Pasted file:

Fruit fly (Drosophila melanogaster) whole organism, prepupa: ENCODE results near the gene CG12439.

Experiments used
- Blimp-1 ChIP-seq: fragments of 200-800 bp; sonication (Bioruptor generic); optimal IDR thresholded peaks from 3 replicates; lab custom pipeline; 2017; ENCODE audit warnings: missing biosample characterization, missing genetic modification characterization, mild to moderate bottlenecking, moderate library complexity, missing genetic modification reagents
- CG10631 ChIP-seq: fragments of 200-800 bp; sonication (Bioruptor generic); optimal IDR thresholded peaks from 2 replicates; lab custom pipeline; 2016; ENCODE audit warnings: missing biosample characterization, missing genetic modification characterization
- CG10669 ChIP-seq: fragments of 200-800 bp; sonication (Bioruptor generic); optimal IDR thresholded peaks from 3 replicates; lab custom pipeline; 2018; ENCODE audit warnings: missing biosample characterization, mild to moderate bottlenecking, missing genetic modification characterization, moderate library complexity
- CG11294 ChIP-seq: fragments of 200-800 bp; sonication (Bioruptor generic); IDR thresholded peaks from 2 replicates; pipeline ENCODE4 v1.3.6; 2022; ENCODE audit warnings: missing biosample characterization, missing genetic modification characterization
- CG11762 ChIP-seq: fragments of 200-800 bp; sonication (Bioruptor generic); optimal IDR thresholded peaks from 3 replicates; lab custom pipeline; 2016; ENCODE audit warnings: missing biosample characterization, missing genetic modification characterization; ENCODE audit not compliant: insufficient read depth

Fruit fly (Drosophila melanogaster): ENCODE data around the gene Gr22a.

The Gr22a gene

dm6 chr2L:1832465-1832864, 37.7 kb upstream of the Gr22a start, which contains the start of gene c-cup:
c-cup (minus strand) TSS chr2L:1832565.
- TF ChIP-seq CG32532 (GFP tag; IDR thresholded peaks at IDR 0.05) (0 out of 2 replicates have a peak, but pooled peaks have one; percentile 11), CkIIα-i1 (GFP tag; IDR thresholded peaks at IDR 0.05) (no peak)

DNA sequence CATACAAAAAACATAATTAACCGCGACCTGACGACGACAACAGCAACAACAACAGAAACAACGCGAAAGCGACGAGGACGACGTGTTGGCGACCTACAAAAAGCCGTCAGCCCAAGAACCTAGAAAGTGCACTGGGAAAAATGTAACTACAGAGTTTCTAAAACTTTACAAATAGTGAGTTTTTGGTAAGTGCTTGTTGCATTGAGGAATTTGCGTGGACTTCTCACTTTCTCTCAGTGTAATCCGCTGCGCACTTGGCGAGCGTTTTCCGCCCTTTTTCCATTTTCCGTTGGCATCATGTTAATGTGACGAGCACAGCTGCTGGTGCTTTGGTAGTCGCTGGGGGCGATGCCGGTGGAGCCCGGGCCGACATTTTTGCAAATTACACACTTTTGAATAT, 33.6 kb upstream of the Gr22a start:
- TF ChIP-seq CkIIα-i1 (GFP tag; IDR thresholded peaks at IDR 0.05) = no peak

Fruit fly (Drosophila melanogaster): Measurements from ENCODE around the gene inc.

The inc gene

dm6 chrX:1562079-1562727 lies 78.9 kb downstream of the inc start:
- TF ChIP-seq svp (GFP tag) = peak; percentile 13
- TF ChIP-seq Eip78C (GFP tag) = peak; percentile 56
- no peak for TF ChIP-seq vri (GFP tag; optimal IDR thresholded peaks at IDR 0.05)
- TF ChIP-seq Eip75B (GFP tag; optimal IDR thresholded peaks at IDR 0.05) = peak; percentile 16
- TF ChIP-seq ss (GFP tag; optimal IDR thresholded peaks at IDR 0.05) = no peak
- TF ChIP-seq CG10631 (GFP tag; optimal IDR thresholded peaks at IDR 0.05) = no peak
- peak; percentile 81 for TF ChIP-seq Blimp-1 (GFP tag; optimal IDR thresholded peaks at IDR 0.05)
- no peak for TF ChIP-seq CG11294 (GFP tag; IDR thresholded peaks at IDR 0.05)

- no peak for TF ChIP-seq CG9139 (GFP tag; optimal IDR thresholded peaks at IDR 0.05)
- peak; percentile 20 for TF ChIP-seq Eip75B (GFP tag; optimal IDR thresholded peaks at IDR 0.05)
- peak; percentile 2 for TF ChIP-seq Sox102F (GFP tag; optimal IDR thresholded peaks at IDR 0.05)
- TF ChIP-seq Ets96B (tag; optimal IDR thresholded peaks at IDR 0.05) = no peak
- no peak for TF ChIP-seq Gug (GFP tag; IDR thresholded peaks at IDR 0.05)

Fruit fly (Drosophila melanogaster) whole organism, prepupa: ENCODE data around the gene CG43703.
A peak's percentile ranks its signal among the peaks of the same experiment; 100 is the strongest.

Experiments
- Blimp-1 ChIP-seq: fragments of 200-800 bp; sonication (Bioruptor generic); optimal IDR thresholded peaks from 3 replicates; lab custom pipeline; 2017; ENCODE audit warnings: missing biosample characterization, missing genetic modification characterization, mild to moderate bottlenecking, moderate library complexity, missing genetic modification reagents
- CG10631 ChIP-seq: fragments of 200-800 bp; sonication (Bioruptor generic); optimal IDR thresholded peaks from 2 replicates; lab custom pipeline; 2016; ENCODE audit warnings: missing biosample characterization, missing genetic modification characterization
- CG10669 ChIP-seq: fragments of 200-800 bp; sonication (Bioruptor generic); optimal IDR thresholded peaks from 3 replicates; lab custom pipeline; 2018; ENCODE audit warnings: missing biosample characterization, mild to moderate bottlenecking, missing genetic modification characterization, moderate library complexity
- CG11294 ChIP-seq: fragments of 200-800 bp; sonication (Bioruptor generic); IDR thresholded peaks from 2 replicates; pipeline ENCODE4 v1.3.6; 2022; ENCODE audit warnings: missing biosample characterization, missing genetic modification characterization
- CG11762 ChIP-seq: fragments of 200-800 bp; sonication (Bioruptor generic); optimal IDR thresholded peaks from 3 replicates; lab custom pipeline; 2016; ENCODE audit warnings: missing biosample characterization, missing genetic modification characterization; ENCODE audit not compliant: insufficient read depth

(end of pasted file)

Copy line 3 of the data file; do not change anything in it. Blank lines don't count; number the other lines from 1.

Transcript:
- Blimp-1 ChIP-seq: fragments of 200-800 bp; sonication (Bioruptor generic); optimal IDR thresholded peaks from 3 replicates; lab custom pipeline; 2017; ENCODE audit warnings: missing biosample characterization, missing genetic modification characterization, mild to moderate bottlenecking, moderate library complexity, missing genetic modification reagents